Articles on Evolution

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Ants might be a pain … but they play a vital role in maintaining the variety of plant life we see around us. mraandrews

In defence of the humble ant, champion of biodiversity

You’d be hard pressed to find many people who hold ants in high regard. That might be due to their destructive behaviour towards lawns, their ability to infest your house in no time at all, or a willingness…
Opsin genes, one of the building blocks of vision, first emerged roughly 700 million years ago. ~Dezz~

Eye to the past: vision may be older than previously thought

The eye is perhaps one of the best examples of Darwinian evolution. Incremental steps driven by natural selection have led to the evolution of this complex organ from its origin as a simple light-sensitive…

Why monkeys are fascinated with violence

Monkeys who observe fights tend to exploit the losers for grooming favours. This may provide an evolutionary context for…

Insects drive rapid plant evolution

Evolutionary change is occurring rapidly around us, every day, as insects impose natural selection pressures on plants. Using…
It’s easy for uninhibited humans to elicit vocal responses from gibbons by imitating their song. Jerome Ludmann

Gibbon song may be music to the ears of human language students

Gibbons and humans have more in common than might immediately seem apparent. Among many behavioural traits shared by our two species is singing. Not just that – the songs of gibbons have the potential…
It might be cute, but when it grows up it might also like to eat you. Steve Hillebrand/Wikimedia Commons

Think humans are special? Like the animals we eat, we’re meat too

In recent advertisements for Meat and Livestock Australia, actor Sam Neill told us, in David Attenborough-inflected tones, that: “when our early ancestors started to eat red meat, our brains began to grow…
Things we’d normally turn our noses up at can become more manageable when we’re aroused. marsmet462/Flickr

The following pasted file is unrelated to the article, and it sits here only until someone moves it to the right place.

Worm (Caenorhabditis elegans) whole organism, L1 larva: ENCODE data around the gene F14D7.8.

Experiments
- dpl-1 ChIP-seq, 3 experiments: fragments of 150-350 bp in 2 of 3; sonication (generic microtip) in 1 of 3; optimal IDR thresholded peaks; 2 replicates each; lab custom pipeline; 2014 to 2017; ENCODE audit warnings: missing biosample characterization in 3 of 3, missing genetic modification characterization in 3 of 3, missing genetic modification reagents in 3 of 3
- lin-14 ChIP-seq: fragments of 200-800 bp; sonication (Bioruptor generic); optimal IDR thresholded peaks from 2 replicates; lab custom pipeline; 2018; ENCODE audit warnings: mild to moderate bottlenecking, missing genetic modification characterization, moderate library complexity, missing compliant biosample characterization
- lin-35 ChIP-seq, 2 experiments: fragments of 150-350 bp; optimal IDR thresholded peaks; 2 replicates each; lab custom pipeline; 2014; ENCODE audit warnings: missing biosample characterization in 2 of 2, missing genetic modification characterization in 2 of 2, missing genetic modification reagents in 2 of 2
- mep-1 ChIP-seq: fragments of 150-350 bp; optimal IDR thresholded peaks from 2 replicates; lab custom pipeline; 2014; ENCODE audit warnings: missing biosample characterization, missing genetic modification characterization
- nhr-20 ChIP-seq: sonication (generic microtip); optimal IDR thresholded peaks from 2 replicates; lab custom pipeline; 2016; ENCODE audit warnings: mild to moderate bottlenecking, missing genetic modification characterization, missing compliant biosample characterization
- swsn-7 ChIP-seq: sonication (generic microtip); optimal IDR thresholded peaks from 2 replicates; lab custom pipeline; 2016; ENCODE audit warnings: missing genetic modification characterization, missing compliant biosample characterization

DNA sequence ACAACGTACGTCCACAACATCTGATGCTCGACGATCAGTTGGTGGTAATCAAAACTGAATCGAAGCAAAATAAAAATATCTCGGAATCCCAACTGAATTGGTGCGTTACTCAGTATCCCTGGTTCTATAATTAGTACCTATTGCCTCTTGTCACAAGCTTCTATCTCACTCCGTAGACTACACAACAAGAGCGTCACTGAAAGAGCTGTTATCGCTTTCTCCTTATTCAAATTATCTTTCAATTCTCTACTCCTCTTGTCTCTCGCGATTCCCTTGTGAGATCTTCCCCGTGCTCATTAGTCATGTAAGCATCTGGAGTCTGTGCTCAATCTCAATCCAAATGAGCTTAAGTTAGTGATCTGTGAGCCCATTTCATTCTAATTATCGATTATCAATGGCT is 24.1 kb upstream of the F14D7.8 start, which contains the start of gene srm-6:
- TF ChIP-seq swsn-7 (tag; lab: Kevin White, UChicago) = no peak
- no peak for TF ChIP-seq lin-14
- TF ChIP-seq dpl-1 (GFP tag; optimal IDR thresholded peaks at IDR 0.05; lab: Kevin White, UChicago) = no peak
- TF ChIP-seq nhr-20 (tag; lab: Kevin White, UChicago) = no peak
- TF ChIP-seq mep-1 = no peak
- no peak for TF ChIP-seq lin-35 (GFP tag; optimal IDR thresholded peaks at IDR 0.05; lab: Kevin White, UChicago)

Dirty but not down: how sexual arousal can dampen disgust

Does it seem strange that we will enthusiastically kiss an attractive person’s mouth, with tongues intertwining and saliva going everywhere, but that we might wrinkle our nose up at the idea of using that…

When avoiding evolution works

The tiny colonial sea creatures, Rhabdopleurids, have stayed relatively unchanged for over 500m years and outlived some of…
Guess what: we did not evolve in a gradual, step-like progression. DryHundredFear

New fossils confirm diversity was the rule for human evolution

New fossils described in the journal Nature this week seem to close the door on a controversy that has raged for 40 years. They also confirm that the beginnings of the human genus more than 2m years ago…
Chestnut-crowned babblers provide a perfect opportunity to test theories of cooperative breeding. Enchylaena

Babblers show why birds of a feather stick together

Blood is thicker than water when it comes to being a team player – at least if you’re a bird in outback Australia. So shows a new study I was involved in, published this week in the journal Proceedings…
Historically, strong competitors have had greater access to both resources and mates. studio.catastrophe

Videogames: helping human evolution since 1983

Of all violent videogames, first-person shooters are viewed as the biggest problem because of the perspective taken during gaming: the first-person standpoint makes it seem as if the player is performing…
A hedonic response working in concert with our primary tastes encourages consumption. amanda tipton

Recipe for disaster: creating a food supply to suit the appetite

OBESE NATION: It’s time to admit it - Australia is becoming an obese nation. This series looks at how this has happened and, more importantly, what we can do to stop the obesity epidemic. Today we look…
Nice sounds – but are you responding to the bass or your basal ganglia? TORIMBC

Beast international: does rock music rouse the animal within?

There’s no doubt rock music evokes excitement, but is there more to that excitement than guitar solos and head banging? Writing in the Telegraph recently, science correspondent Nick Collins remarked: “Rock…
Feel free to bust out some tunes, but you won’t fool the children of the evolution. Verano y mil tormentas

DarwinTunes: when you get that feeling it’s, uh, sexual hearing?

What transforms noise from album filler to dancefloor killer? Why do some tracks turn us on while others make us tune out? DarwinTunes, a computer program that employs the principles of natural selection…

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